Photographer’s dream

Trip Start Mar 02, 2011
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5
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Trip End Nov 20, 2011


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Flag of Ecuador  ,
Tuesday, September 13, 2011

First thing the next morning I blearily found my way onto the deck and it did take me several seconds to remember just where I was. Beautiful sunshine, gentle waves lapping against the shore and curious blue footed birds skimming the water next to the boat. Then a huge grin as it all clicked into place. Breakfast was even better than the food the previous day and I started to feel a little indulgent. Without much ado, we hopped onto the panga (dingy) and leapt ashore. This was Rabida Island that had a deep russet coloured sand beach. First stop was to inspect the blue footed boobies that I had seen from the boat. These are funny birds that supposedly take their name from the Spanish for clown bobo, due to their exaggerated footsteps during courting. Their colours looked fantastic against the red cliffs however I had cleverly packed my camera with my snorkeling equipment that had made its way to the other end of the beach.

We also saw plenty of sea lions and pelicans on this island and after our animal spotting we headed off round the headland in order to snorkel back. It felt like an age since I'd last been in the real ocean. Ah, what a treat! It was slightly chillier than I’m used to at Bondi but it was still heaven. Our small group saw a load of fish including a white tipped shark and some turtles but I was just in awe of the beautifully coloured tropicalfish and the largest starfish I’ve ever seen. Huge! I started to get pretty chilly despite my wetsuit and rashy so I zipped round and tried to warm up quickly.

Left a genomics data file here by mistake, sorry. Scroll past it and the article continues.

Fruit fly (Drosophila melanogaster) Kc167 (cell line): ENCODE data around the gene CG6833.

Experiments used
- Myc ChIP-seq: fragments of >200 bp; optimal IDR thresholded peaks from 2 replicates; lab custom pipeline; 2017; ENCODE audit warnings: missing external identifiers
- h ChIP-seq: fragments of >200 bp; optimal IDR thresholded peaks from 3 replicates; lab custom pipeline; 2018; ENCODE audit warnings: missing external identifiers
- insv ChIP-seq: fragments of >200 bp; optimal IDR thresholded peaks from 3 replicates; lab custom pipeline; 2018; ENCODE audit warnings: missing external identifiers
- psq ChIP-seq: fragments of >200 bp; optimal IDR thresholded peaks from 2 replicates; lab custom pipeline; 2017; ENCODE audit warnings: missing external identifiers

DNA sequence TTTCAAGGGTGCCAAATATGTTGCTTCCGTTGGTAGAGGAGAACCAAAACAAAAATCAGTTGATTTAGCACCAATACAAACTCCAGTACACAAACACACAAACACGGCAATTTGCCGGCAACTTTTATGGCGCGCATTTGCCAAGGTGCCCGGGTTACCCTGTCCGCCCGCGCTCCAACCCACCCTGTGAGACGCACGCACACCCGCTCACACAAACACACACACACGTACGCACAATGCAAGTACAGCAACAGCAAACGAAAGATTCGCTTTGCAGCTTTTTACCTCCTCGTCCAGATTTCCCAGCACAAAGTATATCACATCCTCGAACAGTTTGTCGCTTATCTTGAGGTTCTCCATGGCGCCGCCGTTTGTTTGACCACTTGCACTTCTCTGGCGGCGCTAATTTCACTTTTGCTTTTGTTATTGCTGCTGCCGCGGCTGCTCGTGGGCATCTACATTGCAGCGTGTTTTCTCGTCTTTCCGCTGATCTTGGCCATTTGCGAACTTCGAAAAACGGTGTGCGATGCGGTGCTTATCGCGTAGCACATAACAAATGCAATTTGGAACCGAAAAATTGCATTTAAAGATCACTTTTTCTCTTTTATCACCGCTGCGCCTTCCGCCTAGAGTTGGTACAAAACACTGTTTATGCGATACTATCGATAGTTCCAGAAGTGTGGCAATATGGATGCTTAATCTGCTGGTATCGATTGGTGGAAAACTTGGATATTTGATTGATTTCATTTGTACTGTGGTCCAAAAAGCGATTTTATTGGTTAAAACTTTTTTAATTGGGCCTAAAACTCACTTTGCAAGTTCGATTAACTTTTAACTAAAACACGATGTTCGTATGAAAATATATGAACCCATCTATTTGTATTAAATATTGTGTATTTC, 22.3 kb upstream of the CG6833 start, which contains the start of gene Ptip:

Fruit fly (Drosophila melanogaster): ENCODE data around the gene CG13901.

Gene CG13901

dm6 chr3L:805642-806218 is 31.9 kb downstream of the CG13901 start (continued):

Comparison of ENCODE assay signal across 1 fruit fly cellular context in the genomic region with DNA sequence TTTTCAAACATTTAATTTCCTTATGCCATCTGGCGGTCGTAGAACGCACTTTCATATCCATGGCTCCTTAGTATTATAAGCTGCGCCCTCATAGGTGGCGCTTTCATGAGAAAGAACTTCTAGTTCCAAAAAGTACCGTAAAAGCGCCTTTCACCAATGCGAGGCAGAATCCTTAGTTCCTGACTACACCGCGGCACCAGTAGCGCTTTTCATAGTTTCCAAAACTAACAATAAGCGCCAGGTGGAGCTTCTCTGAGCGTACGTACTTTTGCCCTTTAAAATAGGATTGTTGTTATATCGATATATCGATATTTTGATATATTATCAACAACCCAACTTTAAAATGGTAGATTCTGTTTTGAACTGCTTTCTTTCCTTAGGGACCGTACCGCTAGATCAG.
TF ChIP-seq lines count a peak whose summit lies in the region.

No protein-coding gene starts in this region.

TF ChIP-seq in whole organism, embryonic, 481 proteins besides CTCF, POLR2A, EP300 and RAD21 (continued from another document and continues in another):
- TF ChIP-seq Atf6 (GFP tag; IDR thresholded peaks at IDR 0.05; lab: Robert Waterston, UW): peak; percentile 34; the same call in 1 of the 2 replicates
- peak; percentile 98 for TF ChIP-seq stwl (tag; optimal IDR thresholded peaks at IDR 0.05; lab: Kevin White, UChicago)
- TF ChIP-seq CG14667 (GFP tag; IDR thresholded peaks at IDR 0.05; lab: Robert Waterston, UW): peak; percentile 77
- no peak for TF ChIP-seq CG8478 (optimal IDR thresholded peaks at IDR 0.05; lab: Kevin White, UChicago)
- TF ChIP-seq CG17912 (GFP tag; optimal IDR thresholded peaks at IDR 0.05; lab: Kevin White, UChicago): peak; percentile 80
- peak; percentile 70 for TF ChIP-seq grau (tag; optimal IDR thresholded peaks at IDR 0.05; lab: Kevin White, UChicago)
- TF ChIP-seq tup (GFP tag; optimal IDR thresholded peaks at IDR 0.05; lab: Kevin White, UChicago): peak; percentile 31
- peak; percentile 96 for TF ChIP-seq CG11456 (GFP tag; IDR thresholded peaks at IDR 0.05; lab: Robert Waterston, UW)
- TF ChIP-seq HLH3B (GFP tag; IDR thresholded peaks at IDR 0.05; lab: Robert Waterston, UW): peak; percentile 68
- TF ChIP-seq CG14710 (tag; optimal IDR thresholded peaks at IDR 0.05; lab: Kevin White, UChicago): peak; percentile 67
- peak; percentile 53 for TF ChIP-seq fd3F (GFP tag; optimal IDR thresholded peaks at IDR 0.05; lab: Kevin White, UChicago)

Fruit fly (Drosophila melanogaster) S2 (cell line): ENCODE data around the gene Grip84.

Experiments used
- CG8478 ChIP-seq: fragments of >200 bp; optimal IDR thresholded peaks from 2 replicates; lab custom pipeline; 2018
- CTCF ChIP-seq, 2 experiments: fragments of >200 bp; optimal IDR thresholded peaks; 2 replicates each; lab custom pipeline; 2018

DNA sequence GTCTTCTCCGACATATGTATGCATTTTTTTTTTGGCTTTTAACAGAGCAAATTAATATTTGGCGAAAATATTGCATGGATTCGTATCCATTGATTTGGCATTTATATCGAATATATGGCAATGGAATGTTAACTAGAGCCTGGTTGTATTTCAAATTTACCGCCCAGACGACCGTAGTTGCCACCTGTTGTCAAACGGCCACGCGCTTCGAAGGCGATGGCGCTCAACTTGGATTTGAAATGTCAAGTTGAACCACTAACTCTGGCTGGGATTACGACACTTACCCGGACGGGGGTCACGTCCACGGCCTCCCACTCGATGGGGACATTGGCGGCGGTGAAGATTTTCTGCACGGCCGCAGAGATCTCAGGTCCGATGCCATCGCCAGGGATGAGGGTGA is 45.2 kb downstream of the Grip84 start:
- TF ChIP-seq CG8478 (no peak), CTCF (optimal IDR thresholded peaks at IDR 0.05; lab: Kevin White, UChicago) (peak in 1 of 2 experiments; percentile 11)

During lunch we headed to Santiago Island and stopped at James Bay where some had a snorkel, others basked, and I headed off to investigate the rock pools. So much fun! If only I’d had my little shrimping net and a camp stove I’d have had a right good feed! I saw hundreds of pretty good sized crabs, most of them of the Sally Lightfoot variety. These are awesome little creatures mainly because they look so striking, particularly against the black lava that makes up the island. I suspect I have several hundred photos, oh dear!

When I had returned from my little escapade, we all set off for the afternoon’s adventure along the coast to see fur sea lions and boy did we?! The first sea lion we came across appeared to be quite unhappy and after watching intently for 5 minutes she started pushing and heaving and all sorts. "Yikes" my grey matter stirred, “something here is clicking”. I still remember distinctly as a 5 year old, being put through the torment that was witnessing of a calf being born. How well those memories returned as with horror I heard Billy say how lucky we were and maybe she would be delivering soon. Not for the first time in couple of days, my stomach trialled for the 2012 Olympic gymnastic team. Within another 5 minutes it was all over and a lovely little sea lion pup was flopping around. During my previous experience as I am often reminded by my parents, I mentioned that I hoped that (the noise, pain, grotesque amounts of blood) would never happen to me. I’d like to reconfirm those sentiments now although I’m very much in awe of the lioness’s efficiency. 10 minutes, tops. If she had a facebook status, I would “like”. After that we saw some more crabs, sea lions, iguanas and headed back to the boat for a well earned rest and more delicious food!
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